Weekend long read

This week’s long read focuses on recent Middle East related stories which did not appear on BBC channels.Weekend Read

Having ignored recent reports of a visit by the head of ISIS’ Sinai branch to the Gaza Strip, the BBC also refrained from covering reports concerning financial transactions between it and Hamas. Alex Fishman at Ynet reports:

“Hamas’ military wing in the Gaza Strip has been transferring tens of thousands of dollars a month to the Islamic State group’s Sinai branch over the past year, via one of its emissaries. […]

Hamas is paying the Islamic State militants in Egypt to secure weapons shipments being smuggled through the Sinai to Gaza.

The shipments primarily consist of explosive propellant material that Hamas needs in order to make rockets. As such the money is going towards smuggling both military equipment and material needed to build Hamas’ military infrastructure.”

At the Washington Institute, Ehud Ya’ari writes on the same topic:

“Over the past two years, IS Sinai helped Hamas move weapons from Iran and Libya through the peninsula, taking a generous cut from each shipment. Hamas relies on Bedouin guides to avoid detection by the Egyptian army and reach the few tunnels that have survived Cairo’s aggressive flooding and closure campaign. In this manner, IS Sinai acquired the advanced Kornet antitank missiles it has used to sink an Egyptian patrol boat off the coast of al-Arish and destroy several tanks and armored carriers stationed in the peninsula’s northeastern sector. Hamas has also provided training to some IS Sinai fighters and assisted with the group’s media campaign and online postings.”Belgian rifle art

Interestingly, a recent BBC report which supposedly “tracked” the journey of weapons from Libya to the Gaza Strip did not actually explain to readers the mechanisms of arms smuggling through Sinai.

Also at the Washington Institute, Aaron Y. Zelin and Oula A. Alrifai report on ISIS in Southern Syria.

“Much attention has been given to the Islamic State’s military and governance activities in northern and eastern Syria, but there has been less focus on its slow and steady growth in the southern theater. Since July 2013, it has been building a presence in a number of locales around Damascus, with the eventual goal of taking the city. While such aspirations are still far beyond the group’s military capabilities, it has actively rolled out soft-power strategies. Focusing on the Islamic State’s activities in the north and east of Syria could prevent a complete understanding of what it is attempting to accomplish.”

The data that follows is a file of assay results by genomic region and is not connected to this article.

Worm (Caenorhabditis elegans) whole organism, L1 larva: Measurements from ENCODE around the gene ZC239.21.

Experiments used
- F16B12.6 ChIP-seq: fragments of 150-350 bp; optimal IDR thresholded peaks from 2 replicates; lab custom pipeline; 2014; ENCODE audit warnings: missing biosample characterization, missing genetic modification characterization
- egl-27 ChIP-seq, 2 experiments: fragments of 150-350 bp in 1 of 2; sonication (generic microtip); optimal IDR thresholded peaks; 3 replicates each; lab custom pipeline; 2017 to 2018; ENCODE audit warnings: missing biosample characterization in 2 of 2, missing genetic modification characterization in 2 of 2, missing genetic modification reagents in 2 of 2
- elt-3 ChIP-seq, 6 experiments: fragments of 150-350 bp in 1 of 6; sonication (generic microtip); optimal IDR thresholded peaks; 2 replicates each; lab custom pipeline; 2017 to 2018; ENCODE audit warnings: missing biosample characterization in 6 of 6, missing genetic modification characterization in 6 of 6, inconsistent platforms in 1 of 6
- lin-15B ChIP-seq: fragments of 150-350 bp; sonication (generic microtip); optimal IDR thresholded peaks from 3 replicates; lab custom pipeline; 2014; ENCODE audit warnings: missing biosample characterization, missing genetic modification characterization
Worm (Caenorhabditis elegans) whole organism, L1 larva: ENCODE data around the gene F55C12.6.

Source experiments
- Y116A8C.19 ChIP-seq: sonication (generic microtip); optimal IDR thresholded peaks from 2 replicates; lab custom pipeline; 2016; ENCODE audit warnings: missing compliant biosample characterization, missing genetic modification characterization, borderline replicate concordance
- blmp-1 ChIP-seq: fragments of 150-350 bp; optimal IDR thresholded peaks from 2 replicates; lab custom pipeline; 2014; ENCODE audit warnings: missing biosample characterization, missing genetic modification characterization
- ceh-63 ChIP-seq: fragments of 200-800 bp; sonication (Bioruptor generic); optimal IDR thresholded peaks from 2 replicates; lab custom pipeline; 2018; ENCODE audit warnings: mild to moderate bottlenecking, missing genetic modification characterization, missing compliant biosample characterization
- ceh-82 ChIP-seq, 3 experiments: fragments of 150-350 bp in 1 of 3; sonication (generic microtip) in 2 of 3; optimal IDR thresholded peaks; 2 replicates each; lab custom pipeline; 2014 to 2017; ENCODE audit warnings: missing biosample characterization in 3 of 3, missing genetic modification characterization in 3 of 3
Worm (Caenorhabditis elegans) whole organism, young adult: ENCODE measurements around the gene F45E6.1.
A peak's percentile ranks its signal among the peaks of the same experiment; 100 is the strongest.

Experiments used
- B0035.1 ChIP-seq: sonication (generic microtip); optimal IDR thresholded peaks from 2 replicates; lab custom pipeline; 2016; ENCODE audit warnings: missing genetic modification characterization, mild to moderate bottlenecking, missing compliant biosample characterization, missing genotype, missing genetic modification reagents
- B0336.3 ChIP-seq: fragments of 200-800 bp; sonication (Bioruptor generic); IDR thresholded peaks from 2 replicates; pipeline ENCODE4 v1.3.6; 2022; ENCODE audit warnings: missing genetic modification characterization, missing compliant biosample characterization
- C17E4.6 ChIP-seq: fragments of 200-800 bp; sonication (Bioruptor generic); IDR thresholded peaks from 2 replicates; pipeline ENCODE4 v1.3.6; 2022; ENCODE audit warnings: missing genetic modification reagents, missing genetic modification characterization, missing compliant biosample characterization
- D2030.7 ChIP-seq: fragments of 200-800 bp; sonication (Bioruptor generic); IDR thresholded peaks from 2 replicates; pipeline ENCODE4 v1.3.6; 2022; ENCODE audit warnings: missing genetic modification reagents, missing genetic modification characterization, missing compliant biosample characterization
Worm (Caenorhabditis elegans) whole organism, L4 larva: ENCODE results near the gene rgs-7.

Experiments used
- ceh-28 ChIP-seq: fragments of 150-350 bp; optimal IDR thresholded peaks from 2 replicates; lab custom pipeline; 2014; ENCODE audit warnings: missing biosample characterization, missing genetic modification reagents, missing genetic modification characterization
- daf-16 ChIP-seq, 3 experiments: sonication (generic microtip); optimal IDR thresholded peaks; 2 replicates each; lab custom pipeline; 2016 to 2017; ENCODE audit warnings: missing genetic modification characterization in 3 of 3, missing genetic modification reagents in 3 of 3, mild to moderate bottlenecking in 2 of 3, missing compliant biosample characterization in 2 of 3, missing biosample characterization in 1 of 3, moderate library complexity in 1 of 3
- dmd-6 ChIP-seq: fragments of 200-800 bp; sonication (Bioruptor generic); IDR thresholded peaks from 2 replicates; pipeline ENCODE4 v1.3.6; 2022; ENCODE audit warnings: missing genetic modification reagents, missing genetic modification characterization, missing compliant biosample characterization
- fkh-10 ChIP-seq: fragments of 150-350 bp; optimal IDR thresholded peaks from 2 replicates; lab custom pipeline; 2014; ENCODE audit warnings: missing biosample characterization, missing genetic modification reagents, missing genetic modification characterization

The Tower reports from the US on the ‘Hezbollah International Financing Prevention Act of 2015’.

“A bill that seeks to impose mandatory sanctions on banks that knowingly conduct business with Hezbollah, the Iranian-backed Lebanese terror group, passed the House of Representatives by a vote of 425 – 0 on Wednesday, The Hill reported. The proposed legislation is now heading to the White House, where President Barack Obama is expected to sign it.

The measure would direct the Obama administration to report on the Lebanon-based terror group’s drug trafficking and organized crime activities, as well as outline its global support networks

It would also require the administration to determine any telecommunications companies that contract with Al-Manar, a TV station affiliated with Hezbollah.”

And at the Times of Israel, Avi Issacharoff writes about Hizballah’s changed approach to publicizing its casualties in Syria.

“The Lebanese Shiite militia Hezbollah has seen between 1,300 and 1,500 of its fighters killed in battles in the Syrian civil war, which means that together with the wounded it has lost as much as a third of its fighting force, according to Israeli estimates.

Some 5,000 of the organization’s members have been injured in fighting alongside regime troops against rebel groups, including the Islamic State.[…]

Recently, Hezbollah has been publishing details of its members killed in Syria and is not trying to hide its losses, in contrast to its policy during the early years of the Syrian civil war, which broke out in 2011.”

 

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